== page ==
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Astrobio Week 1 Notes

by: Andrea Lans

Astrobio Week 1 Notes EPSS 3

Andrea Lans
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These notes cover lectures 1-3 . Topics include The Origin of Life on Earth and The First Biogeochemical Processes on Earth.
Tina Treude, Jean-Luc Margot
Class Notes




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This 5 page Class Notes was uploaded by Andrea Lans on Sunday October 9, 2016. The Class Notes belongs to EPSS 3 at University of California - Los Angeles taught by Tina Treude, Jean-Luc Margot in Fall 2016. Since its upload, it has received 82 views. For similar materials see Astrobiology in EPSS at University of California - Los Angeles.


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Date Created: 10/09/16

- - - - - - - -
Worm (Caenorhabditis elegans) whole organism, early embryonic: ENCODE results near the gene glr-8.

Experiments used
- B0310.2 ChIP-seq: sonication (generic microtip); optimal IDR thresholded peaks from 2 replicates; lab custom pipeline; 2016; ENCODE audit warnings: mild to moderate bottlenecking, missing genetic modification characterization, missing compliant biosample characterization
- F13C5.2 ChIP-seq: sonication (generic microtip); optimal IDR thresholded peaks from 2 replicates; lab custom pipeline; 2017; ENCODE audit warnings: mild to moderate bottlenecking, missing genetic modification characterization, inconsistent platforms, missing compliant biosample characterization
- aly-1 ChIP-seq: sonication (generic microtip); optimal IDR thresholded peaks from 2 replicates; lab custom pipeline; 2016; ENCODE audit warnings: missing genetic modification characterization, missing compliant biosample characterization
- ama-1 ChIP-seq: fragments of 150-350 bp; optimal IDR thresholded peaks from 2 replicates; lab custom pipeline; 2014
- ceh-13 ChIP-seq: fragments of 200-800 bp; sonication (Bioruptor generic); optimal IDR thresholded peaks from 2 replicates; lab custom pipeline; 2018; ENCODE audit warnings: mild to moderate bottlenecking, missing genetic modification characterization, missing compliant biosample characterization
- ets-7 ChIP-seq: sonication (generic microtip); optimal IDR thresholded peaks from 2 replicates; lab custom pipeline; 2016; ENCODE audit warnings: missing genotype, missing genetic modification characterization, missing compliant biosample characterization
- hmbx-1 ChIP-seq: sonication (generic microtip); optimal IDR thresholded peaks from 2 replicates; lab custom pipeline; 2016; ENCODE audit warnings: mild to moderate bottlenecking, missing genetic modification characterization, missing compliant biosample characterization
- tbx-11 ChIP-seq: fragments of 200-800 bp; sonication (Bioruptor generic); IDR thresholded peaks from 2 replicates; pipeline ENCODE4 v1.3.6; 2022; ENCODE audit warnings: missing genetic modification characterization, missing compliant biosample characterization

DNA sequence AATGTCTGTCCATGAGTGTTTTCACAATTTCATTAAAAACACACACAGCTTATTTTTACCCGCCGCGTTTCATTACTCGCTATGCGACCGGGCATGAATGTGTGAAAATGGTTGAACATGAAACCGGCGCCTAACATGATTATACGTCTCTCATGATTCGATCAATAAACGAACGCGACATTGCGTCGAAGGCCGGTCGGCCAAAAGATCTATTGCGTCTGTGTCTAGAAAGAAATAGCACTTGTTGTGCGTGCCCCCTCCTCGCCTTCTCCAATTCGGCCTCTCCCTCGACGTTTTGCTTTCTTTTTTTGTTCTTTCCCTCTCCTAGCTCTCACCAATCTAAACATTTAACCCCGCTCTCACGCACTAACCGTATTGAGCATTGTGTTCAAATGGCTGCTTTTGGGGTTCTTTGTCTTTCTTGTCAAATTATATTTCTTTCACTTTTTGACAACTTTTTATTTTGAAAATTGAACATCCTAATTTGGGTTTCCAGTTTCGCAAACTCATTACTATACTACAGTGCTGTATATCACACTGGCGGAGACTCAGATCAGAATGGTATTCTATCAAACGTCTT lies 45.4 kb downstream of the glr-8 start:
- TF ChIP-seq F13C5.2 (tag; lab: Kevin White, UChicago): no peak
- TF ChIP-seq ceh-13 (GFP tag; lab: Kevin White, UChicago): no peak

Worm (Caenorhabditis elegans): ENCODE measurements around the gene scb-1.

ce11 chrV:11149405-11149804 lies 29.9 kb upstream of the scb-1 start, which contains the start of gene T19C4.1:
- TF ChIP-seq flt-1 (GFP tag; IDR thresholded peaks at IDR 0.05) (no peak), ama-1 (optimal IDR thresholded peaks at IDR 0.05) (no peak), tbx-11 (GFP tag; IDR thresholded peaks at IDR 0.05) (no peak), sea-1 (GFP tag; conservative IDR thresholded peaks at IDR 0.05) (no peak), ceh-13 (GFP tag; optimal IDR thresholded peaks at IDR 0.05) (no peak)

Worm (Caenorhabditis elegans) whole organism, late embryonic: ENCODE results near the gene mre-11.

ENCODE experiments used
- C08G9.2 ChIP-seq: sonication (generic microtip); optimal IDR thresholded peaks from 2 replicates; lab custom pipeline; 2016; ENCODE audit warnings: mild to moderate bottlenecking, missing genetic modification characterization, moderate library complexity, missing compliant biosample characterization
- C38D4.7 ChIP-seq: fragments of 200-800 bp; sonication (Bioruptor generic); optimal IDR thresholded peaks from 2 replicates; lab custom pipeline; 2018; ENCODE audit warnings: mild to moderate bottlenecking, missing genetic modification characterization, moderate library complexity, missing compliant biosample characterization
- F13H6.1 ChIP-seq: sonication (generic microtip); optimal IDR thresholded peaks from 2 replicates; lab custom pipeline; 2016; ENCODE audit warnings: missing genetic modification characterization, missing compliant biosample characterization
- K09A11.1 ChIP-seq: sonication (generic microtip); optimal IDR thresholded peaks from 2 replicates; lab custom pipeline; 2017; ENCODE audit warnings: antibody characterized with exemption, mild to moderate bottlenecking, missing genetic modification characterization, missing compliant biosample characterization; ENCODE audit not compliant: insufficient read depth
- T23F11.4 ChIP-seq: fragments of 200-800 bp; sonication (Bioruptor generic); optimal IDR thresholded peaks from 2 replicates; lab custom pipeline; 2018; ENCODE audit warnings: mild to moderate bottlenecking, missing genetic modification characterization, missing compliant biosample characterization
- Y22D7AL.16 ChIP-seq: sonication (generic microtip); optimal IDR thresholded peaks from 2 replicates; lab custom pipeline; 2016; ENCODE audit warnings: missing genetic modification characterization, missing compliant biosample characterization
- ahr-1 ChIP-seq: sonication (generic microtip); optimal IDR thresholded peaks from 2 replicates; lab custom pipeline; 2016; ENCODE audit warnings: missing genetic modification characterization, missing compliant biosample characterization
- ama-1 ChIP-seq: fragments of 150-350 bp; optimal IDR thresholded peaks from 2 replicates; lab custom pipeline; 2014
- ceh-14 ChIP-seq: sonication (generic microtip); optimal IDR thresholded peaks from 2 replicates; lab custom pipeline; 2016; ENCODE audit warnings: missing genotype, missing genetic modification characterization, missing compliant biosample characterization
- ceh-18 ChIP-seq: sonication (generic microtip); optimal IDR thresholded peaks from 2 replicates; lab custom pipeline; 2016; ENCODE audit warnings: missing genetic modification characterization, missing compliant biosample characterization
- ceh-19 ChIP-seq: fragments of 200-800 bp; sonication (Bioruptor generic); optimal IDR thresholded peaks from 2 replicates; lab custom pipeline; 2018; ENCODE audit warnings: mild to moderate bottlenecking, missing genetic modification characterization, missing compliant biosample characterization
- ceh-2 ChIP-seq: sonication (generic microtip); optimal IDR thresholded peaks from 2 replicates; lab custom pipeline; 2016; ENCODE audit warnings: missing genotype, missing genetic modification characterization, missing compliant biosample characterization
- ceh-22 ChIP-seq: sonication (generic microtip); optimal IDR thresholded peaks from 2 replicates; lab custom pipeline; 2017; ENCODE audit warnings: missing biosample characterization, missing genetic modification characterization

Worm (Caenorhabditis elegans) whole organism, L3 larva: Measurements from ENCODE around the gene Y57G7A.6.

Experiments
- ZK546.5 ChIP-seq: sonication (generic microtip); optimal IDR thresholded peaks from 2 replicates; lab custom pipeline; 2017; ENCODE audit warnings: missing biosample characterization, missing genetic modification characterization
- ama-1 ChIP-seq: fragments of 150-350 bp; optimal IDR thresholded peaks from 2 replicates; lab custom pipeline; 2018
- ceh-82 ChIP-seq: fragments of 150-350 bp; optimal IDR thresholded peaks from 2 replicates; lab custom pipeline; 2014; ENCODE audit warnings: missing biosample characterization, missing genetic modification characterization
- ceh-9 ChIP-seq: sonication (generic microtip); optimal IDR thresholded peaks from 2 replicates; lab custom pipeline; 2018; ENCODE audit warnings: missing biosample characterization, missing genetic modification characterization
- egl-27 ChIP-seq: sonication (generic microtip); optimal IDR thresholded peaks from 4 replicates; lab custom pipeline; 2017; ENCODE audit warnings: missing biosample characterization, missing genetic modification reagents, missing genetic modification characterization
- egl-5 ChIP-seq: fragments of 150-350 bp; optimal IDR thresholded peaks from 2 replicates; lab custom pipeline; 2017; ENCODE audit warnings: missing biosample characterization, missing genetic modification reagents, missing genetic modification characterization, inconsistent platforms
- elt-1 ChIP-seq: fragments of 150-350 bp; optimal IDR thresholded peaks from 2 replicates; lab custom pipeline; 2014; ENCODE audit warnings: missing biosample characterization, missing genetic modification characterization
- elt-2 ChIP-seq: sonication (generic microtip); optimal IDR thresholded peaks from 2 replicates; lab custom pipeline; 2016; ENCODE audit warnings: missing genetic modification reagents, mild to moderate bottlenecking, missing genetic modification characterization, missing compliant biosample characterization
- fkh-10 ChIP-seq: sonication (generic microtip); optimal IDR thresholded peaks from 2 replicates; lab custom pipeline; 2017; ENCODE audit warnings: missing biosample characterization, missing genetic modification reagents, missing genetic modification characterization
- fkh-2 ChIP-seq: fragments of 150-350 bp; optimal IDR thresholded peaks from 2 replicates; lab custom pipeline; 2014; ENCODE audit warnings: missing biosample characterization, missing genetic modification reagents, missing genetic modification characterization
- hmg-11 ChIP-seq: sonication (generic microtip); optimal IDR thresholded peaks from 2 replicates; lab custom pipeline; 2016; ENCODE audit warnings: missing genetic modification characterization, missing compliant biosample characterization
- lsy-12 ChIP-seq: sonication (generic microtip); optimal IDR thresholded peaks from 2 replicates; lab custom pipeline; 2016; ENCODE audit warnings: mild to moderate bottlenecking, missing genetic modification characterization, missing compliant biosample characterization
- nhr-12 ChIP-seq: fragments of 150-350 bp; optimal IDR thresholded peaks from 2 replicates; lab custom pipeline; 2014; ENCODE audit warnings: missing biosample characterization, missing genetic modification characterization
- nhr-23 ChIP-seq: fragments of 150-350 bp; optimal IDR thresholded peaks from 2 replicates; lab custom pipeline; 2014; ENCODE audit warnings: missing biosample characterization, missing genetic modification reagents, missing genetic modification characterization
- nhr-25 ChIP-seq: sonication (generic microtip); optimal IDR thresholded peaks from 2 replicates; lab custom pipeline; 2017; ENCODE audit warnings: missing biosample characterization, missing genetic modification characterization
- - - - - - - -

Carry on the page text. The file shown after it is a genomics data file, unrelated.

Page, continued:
Lecture 1: Intro Definition of Life - Requirements • Chemistry- complex molecules • Solvent- water • Substrate- solid surface • Energy- near a star • Time- stable environment Studies of ribosomal RNA —> all life on Earth is related • - Properties: order, reproduction, growth & development, energy utilization, response to environment, evolutionary adaptation - Working definition: Life can reproduce & evolve through natural selection; is a self-replicating chemical system capable of evolving such that offspring are better off - Astrobiology: study of origin of life & fate of the Universe Lecture 2: Origin of Life on Earth Fundamental Pieces of Chemistry - Atoms, elements, isotopes, ions, molecules • Cation (loss of e, +) vs Anion (-) - 4 important biomolecules: proteins, lipids, carbs, nucleic acids - Life on Earth is Carbon-based • C can bond to itself, form long chains and rings, single/double/triple bonds CO2 dissolves in H2O to concentrations sufficient for organisms to use CO2 as a carbon • source - Electron transfers —> energy • REDOX reactions (reduction & oxidation)- electron transfer - Oxygen reduced, carbs oxidated (O2 + food —> Co2 + H2O) • O2 accepts e (reduced), food donates e Energy stored as ATP • - Chemiosmosis: process of generating ATP - ATP is product of metabolism - Water is a good solvent • High range of stable liquid temperatures • Less dense as a solid (ice floats) • High heat capacity • H & O are abundant • High molar density (good for assembly of lipids, proteins, acids) Life Development - Biomolecules: 1. Carbs- energy & structure 2. Amino Acids/Proteins- enzymes & structural molecules 3. Nucleic Acids- RNA & DNA 4. Lipids- fat for energy storage; amphiphilic & form bilayers - Earth habitable: liquid water, energy source (sunlight), renewable supply of essential chemical elements, interface of solids, liquids, solids - Autotroph: CO2; converts CO2 to organic carbon • Photoautotroph- sunlight for energy, acquire CO2 from air; plants, algae, cyanobacteria • Chemoautotroph- inorganic chemicals to make energy; deep-sea microbes - Heterotroph: consume organic carbon compounds (sugar); acquire food to get energy • Photoheterotroph- sunlight for energy, carbon from organic compounds; photosynthetic bacteria • Chemoheterotroph- organic compounds; humans, fungi, some microbes - Domains of life: bacteria, archaea (both prokarya), eukarya Prokaryote: no membrane around genetic material (no nucleus); microbial • • Eukaryote: cells contain nucleus with genetic material within membranes; can be multicellular • Geologic Time: prokaryotes, eukaryotes, multicellular life - Before Life: The Hades - • Formation of rock, oceans, anoxic atmosphere • Water originated from degassing hydrated minerals • Salinity 2x as high as today Magma & meteoroid impacts “cooked” oceans & evaporated water • - Rise of Life: The Archaean - • Formation of small continents • Reduced atmosphere, water present, temp. lower than today • First life (fossils of stromatolithes) - Prebiotic chemistry- Darwin concluded organisms are continually eating the chemical compounds needed to evolve & survive (chemical evolution) - Theories: • Origin of organic molecules (Carbon): 1. Miller-Urey experiment: formation of organic molecules through electrical discharge - Primordial soup: ocean that contained organic molecules from which life could’ve formed; meteoroids involved in formation 2. Intro of organic molecules from meteoroid impacts (outer space) 3. Surface reactions in deep sea hydrothermal vents- amino acids converted into peptides at hot surfaces of hydrothermal systems • From organic molecules to protocells: How life looked before 1st protocell 1. RNA (self replicating genetic material) first - Genetic info stored in RNA which evolved into DNA (greater stability) and protein (specialized catalytic molecules) 2. Metabolism first: surface metabolism- early production of energy occurred on miners surfaces near deep hydrothermal vents - Wachtershauser method of protein production: acetic acid from metallic ion catalysis, add carbon (pyruvic acid), add ammonia (amino acids)—> produce peptides & then proteins 3. Lipids (membranes) first- information storage, inheritance, selection - Amphiphilic molecules (one end hydrophilic, one end hydrophobic) allows self- assembly into vesicles & bilayers - Later incorporated RNA & reactions - Compositional inheritance Lecture 3: Development of 1st Biogeochemical Cycles on Earth Metabolism - Metabolism: life-sustaining chemical transformations within cells • Enzyme-catalyzed reactions allow organisms to grow/reproduce, maintain structures, respond to environments • Enzymes: proteins that catalyze/speed up reactions without being changed • Animals simple in metabolism (aerobic respiration), microbes diverse in metabolism Microbial Isotope Fractionation - Isotopes differ in weight (different # of neutrons) - Enzyme activity faster w/molecules made of lighter isotopes - Kinetic Isotopic Effect (KIE): organisms use lighter isotopic molecules because of lower energy costs; result in fractionations between substrate (heaver) & biologically mediated product (lighter) Isotopes used in ATP: Carbon, Hydrogen, Nitrogen, Oxygen, Sulfur • Conditions During Development of Biogeochemical Cycles (Archaean) - Early Earth had higher heat production due to more radioactive elements - Hotter mantle sourced more plume volcanoes w/komatiite lava flows less viscous than basalt (flowed larger distances) • Hydrothermal systems from komatiite lava very alkaline (high pH) due to high Mg content • Sediments scarce & Mg rich - Atmosphere reduced w/only traces of O - During Archaean, word covered by microbial mats - Redox contrasts driven by: 1. Photolysis in atmosphere/ocean 2. Magmatic interactions on seafloor 3. H emitted from terrestrial serpentinization when water reached hot ultramafic (komatiite) rock First Metabolisms 1. Photosynthesis: metabolisms using light; could have formed via thermotaxis • Oldest record of life: cyanobacterias stromatolite fossils are products of photosynthesis 2. Methanogenesis: metabolisms using Hydrogen; through water/rock reactions at high temps, H formed to be exploited by microbes; produce methane 3. Sulfate Reductions: oxidize H while reducing Sulfate; breathe sulfate (anaerobic respiration) 4. Knallgas: metabolism using Hydrogen & Oxygen 5. Metabolisms using reduced Carbon & Nitrogen- anaerobic oxidation of methane & ammonium - All started at hydrothermal systems First Oxygen - First oxygen produced from photosynthesis didn’t accumulate, but reacted w/reduced compounds (reduced iron); redox reactions - Great Oxidation Event (GOE): appearance of free O2 in atmosphere 2400 million yrs. ago; readily oxidizable minerals no longer available & O2 accumulated • Tendency to radicalize forming highly potent oxidants that cause genetic degeneration & physiological dysfunction Superoxide Dismutase (SOD): catalyzes dismutation of superoxide into oxygen & hydrogen • peroxide; antioxidant defense • When oxygen accumulated, organisms had to adapt to aggressive nature or avoid it (obligate anaerobes)